Data: It's Everywhere!

data graphicData is all around us, and it affects our everyday lives in ways we often take for granted. Google and Facebook analyze the content of our e-mails, searches, and posts, and then they use that data to target ads relevant to our interests. Amazon and Netflix track our online behavior, compare it to the behavior of other users, and recommend products and movies that suit our tastes—often with uncanny accuracy. To thrive in this environment, you must be able to work with data, draw well-reasoned inferences from it, and effectively communicate your discoveries to broader audiences. 


Meeting the Needs of the Modern World

QTM offers four innovative degree options designed to help students succeed:

So which one is right for you? That depends! We offer a spectrum of degrees to serve students of all mathematical/statistical interest and capability. See our handy "thermometer" (click for larger view) for a visual of the quantitiative difficulty of each degree we offer:

Degree Options Thermometer Chart


The Demand for Data Science

Indivudals with substantive knowledge and data science skills are in demand across all sectors, from industry to academia to non-profit.

The Bureau of Labor Statistics (BLS) shows that data scientists, statisticians, computer programmers, and related occupations earned a median annual salary of $74,280 - more than double the average annual salary ($34,750; as of May 2012). Wages and job openings in mathematics- and computer-related occupations will continue to outpace occupations. A 2014 study by Burning Glass showed that show that data scientists are out-earning doctors and lawyers [1]. By 2020, the BLS projects that 47,200 new jobs will be added in statistics and computer programming fields alone [2]. However, learning how to code and use statistics are not the only valuable skills an undergraduate can develop.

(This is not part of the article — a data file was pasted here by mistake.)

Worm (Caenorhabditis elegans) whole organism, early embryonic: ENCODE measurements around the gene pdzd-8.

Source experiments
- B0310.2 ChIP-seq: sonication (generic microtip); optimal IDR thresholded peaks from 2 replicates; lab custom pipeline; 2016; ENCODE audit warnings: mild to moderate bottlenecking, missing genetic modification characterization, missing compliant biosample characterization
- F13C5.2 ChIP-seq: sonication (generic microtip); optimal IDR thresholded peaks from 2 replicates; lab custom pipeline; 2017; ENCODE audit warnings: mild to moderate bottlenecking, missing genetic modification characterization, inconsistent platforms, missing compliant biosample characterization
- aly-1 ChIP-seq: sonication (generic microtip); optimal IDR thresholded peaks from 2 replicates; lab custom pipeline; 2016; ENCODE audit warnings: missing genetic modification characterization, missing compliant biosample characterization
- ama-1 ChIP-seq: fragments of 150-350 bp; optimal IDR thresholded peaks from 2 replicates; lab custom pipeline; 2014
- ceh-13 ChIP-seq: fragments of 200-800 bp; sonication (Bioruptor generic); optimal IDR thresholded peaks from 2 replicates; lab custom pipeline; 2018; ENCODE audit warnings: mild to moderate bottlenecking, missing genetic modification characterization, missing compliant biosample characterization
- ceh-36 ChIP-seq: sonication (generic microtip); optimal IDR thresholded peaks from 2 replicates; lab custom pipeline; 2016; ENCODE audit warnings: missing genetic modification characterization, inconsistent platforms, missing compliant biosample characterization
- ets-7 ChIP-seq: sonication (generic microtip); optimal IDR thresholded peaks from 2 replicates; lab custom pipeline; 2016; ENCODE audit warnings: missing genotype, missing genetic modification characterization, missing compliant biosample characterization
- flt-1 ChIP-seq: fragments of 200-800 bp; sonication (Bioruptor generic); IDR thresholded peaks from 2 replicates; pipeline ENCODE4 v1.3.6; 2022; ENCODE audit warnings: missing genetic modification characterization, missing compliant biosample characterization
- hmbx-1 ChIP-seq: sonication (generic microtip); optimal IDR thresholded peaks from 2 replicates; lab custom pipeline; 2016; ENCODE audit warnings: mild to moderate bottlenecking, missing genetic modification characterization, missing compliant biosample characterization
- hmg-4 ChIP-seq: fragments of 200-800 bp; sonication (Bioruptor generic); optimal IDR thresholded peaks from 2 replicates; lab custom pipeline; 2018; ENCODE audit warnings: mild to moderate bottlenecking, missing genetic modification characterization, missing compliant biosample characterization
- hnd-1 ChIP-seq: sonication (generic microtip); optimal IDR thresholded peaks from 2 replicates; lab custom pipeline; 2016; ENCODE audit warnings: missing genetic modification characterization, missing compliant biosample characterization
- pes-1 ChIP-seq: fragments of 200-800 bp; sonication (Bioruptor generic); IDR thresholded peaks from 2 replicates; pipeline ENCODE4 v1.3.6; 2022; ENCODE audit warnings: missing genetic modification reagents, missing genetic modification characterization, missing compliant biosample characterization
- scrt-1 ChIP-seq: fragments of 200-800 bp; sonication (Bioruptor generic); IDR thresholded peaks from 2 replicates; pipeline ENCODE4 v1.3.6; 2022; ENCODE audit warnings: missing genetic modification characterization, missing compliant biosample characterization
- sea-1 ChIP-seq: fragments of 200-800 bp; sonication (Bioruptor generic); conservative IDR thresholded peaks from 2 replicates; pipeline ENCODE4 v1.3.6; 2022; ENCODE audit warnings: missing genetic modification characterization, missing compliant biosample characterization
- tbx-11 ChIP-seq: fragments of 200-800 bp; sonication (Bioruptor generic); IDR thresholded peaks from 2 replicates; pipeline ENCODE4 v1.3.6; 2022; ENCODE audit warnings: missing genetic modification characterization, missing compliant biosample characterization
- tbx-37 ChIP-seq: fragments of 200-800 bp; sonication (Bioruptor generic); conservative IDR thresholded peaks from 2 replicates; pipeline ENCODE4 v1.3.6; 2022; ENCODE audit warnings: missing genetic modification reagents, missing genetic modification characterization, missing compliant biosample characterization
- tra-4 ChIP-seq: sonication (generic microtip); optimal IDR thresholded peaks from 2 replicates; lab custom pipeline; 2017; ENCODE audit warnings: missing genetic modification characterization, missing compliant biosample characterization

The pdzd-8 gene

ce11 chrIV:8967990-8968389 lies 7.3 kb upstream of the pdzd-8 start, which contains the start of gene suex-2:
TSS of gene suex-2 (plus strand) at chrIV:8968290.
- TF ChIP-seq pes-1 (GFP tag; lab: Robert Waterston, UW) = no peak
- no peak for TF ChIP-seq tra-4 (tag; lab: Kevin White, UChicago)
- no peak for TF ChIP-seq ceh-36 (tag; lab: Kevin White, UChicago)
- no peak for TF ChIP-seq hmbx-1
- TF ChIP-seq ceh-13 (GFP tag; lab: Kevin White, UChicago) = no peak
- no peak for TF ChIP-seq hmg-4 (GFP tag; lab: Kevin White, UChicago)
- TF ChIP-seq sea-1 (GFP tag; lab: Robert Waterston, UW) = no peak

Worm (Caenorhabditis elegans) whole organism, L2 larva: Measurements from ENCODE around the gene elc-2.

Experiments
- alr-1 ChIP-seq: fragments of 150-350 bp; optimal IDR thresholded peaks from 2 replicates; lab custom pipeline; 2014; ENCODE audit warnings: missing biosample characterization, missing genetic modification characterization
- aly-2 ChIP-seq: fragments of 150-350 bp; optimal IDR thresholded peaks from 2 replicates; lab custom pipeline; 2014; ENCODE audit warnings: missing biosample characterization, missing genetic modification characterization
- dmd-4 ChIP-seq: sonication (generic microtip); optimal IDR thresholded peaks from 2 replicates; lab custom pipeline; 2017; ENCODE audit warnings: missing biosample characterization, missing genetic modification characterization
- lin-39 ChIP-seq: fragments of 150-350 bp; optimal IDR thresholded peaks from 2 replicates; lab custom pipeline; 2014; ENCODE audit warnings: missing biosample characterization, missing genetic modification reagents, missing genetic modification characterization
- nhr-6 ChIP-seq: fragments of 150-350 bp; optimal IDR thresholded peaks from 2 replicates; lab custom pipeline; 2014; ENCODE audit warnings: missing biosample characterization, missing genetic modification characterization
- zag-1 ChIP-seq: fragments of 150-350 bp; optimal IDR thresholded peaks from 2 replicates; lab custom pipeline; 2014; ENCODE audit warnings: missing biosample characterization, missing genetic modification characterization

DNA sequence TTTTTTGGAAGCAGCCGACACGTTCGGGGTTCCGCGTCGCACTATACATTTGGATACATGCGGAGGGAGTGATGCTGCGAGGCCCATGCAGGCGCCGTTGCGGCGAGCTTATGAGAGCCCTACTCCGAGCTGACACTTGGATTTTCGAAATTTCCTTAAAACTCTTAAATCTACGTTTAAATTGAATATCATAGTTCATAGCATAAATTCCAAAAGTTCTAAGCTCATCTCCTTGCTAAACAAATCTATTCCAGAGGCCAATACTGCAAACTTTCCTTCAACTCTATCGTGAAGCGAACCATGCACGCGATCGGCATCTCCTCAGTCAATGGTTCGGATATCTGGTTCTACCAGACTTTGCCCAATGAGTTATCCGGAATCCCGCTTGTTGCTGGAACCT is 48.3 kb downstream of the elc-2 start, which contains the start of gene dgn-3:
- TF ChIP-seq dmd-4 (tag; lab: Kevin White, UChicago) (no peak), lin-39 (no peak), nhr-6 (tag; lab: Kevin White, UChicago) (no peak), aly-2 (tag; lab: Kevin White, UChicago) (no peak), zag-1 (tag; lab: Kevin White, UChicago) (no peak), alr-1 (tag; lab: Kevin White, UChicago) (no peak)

Emory's Approach: Borne Out by Data

What sets Emory apart is Data Science+. We offer a rigorous quantitative curriculum plus a strong liberal arts education. Research shows that liberal arts graduates with data management and analysis skills, like those emphasized in QTM, earn $12,700 more annually than their counterparts without such skills, and an additional 137,000 entry-level careers are available to them [3, as reported in The Chronicle of Higher Education].


How Data is Used in...

Academia

  • Literature scholars may borrow techniques from natural language processing, sentiment analysis, signal processing, and machine learning, to extract and compare the plot structures of novels and track how archetypes evolve from the 19th to the 20th century.
  • Historians may combine Geographic Information Systems (GIS) data with traditional historic sources, engaging in projects like examining the growth of railroads and their impact on the American West.
  • Musicians, linguists, and cognitive scientists use computational modeling to understand how infants learn to distinguish words from the other sounds in their environment and understand the content of thought. 
  • Neuroscientists examine patterns of human brain activity in an attempt to uncover the biological bases of behavior.
  • Sociologists and political scientists uses computer simulations, artificial intelligence, statistical methods, and social network analysis to model and analyze human social behavior in organizations, cities, and social networks and to understand how this behavior effects society at large. 
  • Institutional researchers consult with faculty and administrators to design, implement, and analyze (develop and run appropriate statistical methods) the results of surveys to understand the needs and composition of the institution.